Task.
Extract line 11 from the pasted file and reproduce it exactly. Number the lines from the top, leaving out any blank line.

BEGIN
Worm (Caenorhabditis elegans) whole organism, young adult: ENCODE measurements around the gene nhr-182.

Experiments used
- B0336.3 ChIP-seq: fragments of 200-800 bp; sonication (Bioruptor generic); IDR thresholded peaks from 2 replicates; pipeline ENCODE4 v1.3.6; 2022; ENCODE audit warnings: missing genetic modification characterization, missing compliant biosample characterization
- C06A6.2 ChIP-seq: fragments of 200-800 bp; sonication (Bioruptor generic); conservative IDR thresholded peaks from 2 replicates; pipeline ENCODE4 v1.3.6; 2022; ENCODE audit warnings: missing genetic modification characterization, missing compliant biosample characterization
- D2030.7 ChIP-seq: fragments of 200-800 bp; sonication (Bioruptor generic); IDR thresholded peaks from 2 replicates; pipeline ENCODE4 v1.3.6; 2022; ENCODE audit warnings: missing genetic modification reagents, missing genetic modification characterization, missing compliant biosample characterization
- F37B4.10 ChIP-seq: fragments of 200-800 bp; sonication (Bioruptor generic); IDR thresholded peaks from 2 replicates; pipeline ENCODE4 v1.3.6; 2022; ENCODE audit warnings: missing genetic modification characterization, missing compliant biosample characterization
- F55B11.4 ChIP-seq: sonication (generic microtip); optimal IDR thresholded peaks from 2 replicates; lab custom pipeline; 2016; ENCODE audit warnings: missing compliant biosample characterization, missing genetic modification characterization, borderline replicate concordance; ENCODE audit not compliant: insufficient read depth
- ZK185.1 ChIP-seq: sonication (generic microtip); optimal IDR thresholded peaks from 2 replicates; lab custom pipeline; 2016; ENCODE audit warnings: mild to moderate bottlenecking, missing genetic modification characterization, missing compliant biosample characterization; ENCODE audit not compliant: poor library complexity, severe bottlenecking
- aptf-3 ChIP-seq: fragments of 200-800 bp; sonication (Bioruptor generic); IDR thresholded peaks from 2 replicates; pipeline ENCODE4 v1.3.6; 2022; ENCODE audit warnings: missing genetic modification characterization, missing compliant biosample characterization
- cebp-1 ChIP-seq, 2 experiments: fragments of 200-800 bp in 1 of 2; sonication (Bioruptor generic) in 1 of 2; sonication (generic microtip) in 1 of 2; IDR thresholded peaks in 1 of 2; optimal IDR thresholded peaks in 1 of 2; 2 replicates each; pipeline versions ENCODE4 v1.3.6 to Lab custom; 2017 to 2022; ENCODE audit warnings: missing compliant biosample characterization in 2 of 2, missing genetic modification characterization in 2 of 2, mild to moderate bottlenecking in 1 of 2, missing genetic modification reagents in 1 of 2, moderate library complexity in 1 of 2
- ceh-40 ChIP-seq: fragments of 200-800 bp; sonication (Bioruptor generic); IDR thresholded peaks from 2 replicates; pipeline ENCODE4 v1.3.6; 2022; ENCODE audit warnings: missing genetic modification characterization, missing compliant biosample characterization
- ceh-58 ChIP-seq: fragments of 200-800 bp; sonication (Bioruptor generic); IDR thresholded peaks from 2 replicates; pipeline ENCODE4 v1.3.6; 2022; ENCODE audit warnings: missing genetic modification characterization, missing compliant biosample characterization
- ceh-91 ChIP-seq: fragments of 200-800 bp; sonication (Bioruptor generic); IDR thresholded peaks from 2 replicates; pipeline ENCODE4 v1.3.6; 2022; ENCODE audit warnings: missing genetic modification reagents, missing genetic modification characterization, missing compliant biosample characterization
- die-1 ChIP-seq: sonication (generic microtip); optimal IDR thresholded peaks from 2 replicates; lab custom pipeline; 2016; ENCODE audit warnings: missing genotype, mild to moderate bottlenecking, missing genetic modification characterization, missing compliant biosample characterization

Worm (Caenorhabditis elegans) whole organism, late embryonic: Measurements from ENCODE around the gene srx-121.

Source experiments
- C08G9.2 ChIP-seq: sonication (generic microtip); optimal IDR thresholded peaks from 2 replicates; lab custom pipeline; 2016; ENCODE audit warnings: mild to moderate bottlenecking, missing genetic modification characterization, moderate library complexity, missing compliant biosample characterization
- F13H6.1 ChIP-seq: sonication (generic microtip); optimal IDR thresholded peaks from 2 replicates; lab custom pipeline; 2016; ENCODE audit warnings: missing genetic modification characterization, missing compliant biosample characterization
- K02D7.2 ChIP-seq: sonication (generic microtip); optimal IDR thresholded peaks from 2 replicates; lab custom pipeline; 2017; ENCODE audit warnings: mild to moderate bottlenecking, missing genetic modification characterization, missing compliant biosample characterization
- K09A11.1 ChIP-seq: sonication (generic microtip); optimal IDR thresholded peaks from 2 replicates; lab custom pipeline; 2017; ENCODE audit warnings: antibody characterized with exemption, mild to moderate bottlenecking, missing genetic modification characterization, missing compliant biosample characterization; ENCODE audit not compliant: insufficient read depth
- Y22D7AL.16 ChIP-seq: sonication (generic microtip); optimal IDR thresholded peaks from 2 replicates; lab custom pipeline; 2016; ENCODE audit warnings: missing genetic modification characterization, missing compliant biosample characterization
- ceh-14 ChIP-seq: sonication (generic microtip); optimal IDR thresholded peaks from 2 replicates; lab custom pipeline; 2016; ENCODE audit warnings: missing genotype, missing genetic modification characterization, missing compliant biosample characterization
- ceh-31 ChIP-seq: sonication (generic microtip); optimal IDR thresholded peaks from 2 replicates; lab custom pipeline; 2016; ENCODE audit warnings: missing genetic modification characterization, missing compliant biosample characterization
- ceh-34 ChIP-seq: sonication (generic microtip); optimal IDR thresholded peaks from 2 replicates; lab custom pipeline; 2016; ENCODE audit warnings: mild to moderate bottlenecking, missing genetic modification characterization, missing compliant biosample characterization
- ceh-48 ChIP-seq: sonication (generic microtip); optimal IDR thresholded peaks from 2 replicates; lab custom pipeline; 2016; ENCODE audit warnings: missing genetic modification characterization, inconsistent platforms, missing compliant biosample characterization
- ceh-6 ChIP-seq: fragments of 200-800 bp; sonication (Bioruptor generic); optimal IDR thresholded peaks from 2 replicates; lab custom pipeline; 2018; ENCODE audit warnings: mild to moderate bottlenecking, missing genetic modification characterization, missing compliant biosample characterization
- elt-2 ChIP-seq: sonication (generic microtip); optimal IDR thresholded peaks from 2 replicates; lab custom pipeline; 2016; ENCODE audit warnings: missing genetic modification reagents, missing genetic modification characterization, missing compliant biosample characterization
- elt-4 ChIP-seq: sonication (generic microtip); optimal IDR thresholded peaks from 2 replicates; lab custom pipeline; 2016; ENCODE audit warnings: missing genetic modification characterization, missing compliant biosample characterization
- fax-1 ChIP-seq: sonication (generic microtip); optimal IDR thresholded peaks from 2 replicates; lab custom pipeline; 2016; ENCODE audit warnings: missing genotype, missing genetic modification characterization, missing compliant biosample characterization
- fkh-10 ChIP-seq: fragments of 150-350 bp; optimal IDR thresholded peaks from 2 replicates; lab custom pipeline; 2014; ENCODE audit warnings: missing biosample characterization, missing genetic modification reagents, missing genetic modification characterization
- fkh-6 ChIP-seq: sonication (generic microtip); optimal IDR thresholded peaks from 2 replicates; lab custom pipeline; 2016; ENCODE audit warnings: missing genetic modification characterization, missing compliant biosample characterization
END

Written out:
- ceh-40 ChIP-seq: fragments of 200-800 bp; sonication (Bioruptor generic); IDR thresholded peaks from 2 replicates; pipeline ENCODE4 v1.3.6; 2022; ENCODE audit warnings: missing genetic modification characterization, missing compliant biosample characterization